Tuesday, June 29, 2010
The US National Hurricane Center has now issued Hurricane Warnings on Tropical Storm Alex for the south coast of Texas and northeast coast of Mexico. Alex is gaining strength and will probably develop into a Hurricane by no later than tomorrow and make landfall on Wednesday night.
The wind shear is a little high but its forecast track takes it through decreasing shear in the next few hours. Sea surface temps are very high and the central pressure has dropped to 982 mb. It is moving North Northwest at 10 knots (12 mph/19 kmh).
As it stands now, Alex will have very little direct impact on the oil blowout in the Gulf of Mexico. However, given its track, intensity and radius, it will likely produce strong southerly winds and generate surface currents which will drive the surface oil slick onto the coast.
The big question now is how much damage this storm will cause. The expected storm surge could bring a rush of sea water inland of up to 3 meters above tide as Alex approaches and about a meter above tide over a wider area of the Texas/Mexico coast. There is some concern that the surge will reach the area of the oil slick, although it should be under a meter.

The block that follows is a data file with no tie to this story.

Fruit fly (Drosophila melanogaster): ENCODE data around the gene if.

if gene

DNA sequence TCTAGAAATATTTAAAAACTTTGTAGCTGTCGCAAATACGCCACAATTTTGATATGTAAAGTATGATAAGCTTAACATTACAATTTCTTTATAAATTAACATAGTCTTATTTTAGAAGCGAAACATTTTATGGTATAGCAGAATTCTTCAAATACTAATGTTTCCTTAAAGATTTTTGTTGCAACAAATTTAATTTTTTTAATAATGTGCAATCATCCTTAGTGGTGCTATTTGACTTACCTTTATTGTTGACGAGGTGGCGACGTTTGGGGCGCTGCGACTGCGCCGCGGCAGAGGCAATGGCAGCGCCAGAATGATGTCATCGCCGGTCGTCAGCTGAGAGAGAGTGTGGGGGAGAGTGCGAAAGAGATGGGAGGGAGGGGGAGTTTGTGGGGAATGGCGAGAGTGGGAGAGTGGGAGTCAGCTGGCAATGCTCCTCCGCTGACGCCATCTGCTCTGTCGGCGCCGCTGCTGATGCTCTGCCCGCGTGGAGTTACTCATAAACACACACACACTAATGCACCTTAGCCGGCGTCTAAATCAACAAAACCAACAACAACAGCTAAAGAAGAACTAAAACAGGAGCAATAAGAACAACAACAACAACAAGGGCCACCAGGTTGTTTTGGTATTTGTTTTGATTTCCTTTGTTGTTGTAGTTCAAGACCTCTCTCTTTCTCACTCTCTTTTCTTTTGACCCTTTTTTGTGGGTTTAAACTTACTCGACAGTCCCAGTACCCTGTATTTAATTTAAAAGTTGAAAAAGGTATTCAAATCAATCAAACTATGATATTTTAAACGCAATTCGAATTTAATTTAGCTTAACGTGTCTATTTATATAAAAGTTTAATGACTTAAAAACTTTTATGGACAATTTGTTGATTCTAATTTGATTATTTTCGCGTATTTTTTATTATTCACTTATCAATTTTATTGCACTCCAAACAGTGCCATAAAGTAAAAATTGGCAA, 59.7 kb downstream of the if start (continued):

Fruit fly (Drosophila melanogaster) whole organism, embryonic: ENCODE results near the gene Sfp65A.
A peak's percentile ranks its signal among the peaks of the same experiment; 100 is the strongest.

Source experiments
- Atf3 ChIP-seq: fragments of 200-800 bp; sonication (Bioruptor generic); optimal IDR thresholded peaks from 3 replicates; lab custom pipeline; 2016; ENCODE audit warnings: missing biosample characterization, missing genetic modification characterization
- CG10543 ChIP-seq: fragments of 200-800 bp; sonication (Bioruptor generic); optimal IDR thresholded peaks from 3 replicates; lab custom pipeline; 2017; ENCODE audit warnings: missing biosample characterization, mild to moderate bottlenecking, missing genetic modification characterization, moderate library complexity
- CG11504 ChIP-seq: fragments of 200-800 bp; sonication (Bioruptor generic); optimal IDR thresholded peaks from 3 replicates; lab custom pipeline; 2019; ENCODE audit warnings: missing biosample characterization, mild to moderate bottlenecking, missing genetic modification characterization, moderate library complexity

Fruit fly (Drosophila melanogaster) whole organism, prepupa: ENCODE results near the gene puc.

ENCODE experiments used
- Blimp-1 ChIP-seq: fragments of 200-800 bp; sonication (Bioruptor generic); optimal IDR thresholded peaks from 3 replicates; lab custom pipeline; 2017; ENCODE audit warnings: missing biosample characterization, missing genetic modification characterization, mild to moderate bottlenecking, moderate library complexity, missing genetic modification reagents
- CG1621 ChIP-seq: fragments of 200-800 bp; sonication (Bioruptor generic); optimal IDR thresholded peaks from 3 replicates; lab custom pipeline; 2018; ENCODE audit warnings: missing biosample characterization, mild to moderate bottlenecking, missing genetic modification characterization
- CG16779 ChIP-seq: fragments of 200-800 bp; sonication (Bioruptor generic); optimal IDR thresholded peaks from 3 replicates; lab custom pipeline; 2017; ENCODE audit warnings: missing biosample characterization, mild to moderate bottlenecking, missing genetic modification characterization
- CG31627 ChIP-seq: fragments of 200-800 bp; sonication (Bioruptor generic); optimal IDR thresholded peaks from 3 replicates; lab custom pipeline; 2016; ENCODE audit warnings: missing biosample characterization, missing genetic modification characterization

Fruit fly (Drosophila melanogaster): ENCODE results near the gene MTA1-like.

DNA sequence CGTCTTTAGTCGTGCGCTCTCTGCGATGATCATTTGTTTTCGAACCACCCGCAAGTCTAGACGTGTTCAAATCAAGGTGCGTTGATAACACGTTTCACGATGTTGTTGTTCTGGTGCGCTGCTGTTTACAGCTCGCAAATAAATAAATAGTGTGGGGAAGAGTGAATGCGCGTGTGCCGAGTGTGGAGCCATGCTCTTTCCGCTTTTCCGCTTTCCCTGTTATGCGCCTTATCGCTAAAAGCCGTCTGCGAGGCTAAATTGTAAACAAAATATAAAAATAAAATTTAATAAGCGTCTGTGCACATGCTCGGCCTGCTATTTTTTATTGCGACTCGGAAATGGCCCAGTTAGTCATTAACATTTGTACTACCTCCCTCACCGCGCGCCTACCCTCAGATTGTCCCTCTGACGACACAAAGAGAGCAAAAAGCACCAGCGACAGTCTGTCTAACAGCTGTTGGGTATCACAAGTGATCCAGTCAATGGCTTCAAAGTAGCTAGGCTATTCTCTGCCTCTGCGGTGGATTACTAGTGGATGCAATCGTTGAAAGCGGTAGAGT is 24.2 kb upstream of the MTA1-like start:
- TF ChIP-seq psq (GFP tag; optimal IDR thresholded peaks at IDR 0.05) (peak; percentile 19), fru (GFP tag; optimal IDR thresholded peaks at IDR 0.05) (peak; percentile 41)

Coupled with all that is the fact that Alex, once it makes landfall is forecast to contain 80 knot (148 kmh/92 mph) winds gusting to 100 knots (185 kmh/115 mph) and will release huge amounts of moisture as it moves inland.
An interesting note. The ocean buoy centered in the Bay of Campeche is showing rapid and significant drop in atmospheric pressure and a rapid rise in wind. That particular buoy is almost directly in Alex's path. I'll be watching that buoy and I'll be checking out the webcams on South Padre Island.